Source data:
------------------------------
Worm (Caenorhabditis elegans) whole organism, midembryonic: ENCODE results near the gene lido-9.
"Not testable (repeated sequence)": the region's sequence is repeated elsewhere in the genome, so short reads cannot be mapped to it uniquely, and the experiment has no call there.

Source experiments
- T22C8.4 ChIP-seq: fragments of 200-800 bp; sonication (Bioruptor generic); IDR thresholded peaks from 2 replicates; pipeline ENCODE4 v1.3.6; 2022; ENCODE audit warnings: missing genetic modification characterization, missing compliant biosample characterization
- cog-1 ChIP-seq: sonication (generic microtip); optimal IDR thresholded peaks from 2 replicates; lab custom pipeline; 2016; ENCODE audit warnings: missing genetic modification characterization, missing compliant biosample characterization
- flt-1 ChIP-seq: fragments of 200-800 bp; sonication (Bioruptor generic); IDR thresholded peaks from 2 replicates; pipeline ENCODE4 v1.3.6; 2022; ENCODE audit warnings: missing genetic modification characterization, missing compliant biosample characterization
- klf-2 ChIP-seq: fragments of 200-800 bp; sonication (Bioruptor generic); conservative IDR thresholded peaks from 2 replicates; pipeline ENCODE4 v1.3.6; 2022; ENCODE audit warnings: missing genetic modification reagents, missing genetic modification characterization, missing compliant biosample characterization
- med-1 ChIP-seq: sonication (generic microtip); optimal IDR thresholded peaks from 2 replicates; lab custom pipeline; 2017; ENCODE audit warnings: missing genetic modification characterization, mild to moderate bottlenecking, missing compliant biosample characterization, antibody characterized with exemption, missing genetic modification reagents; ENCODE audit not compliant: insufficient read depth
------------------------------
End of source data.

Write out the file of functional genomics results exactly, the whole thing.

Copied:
Worm (Caenorhabditis elegans) whole organism, midembryonic: ENCODE results near the gene lido-9.
"Not testable (repeated sequence)": the region's sequence is repeated elsewhere in the genome, so short reads cannot be mapped to it uniquely, and the experiment has no call there.

Source experiments
- T22C8.4 ChIP-seq: fragments of 200-800 bp; sonication (Bioruptor generic); IDR thresholded peaks from 2 replicates; pipeline ENCODE4 v1.3.6; 2022; ENCODE audit warnings: missing genetic modification characterization, missing compliant biosample characterization
- cog-1 ChIP-seq: sonication (generic microtip); optimal IDR thresholded peaks from 2 replicates; lab custom pipeline; 2016; ENCODE audit warnings: missing genetic modification characterization, missing compliant biosample characterization
- flt-1 ChIP-seq: fragments of 200-800 bp; sonication (Bioruptor generic); IDR thresholded peaks from 2 replicates; pipeline ENCODE4 v1.3.6; 2022; ENCODE audit warnings: missing genetic modification characterization, missing compliant biosample characterization
- klf-2 ChIP-seq: fragments of 200-800 bp; sonication (Bioruptor generic); conservative IDR thresholded peaks from 2 replicates; pipeline ENCODE4 v1.3.6; 2022; ENCODE audit warnings: missing genetic modification reagents, missing genetic modification characterization, missing compliant biosample characterization
- med-1 ChIP-seq: sonication (generic microtip); optimal IDR thresholded peaks from 2 replicates; lab custom pipeline; 2017; ENCODE audit warnings: missing genetic modification characterization, mild to moderate bottlenecking, missing compliant biosample characterization, antibody characterized with exemption, missing genetic modification reagents; ENCODE audit not compliant: insufficient read depth